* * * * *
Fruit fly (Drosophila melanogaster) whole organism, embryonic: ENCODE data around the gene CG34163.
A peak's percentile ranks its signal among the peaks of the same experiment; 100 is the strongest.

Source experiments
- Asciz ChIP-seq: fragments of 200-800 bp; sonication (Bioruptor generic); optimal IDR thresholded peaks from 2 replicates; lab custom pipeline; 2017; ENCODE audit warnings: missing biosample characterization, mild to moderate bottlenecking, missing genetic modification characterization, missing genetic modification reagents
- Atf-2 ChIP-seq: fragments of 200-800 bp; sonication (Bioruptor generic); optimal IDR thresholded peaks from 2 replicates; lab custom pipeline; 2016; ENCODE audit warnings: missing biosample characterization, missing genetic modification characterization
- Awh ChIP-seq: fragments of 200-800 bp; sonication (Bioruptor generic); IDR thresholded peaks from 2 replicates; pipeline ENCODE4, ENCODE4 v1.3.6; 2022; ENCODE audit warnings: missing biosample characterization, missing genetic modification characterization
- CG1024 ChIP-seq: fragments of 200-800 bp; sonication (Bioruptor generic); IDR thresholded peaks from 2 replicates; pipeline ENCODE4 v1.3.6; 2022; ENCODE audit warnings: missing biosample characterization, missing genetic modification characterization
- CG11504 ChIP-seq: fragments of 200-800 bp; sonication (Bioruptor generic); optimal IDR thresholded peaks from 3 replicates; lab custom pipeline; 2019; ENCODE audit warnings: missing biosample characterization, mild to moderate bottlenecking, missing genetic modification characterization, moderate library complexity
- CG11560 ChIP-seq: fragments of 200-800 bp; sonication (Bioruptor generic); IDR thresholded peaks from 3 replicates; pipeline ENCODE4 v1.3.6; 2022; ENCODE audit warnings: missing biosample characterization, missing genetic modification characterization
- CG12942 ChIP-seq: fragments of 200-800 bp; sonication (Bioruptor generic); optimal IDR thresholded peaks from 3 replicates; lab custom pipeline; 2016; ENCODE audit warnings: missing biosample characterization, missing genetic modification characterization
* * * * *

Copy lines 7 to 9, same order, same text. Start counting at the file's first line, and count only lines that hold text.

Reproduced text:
- CG1024 ChIP-seq: fragments of 200-800 bp; sonication (Bioruptor generic); IDR thresholded peaks from 2 replicates; pipeline ENCODE4 v1.3.6; 2022; ENCODE audit warnings: missing biosample characterization, missing genetic modification characterization
- CG11504 ChIP-seq: fragments of 200-800 bp; sonication (Bioruptor generic); optimal IDR thresholded peaks from 3 replicates; lab custom pipeline; 2019; ENCODE audit warnings: missing biosample characterization, mild to moderate bottlenecking, missing genetic modification characterization, moderate library complexity
- CG11560 ChIP-seq: fragments of 200-800 bp; sonication (Bioruptor generic); IDR thresholded peaks from 3 replicates; pipeline ENCODE4 v1.3.6; 2022; ENCODE audit warnings: missing biosample characterization, missing genetic modification characterization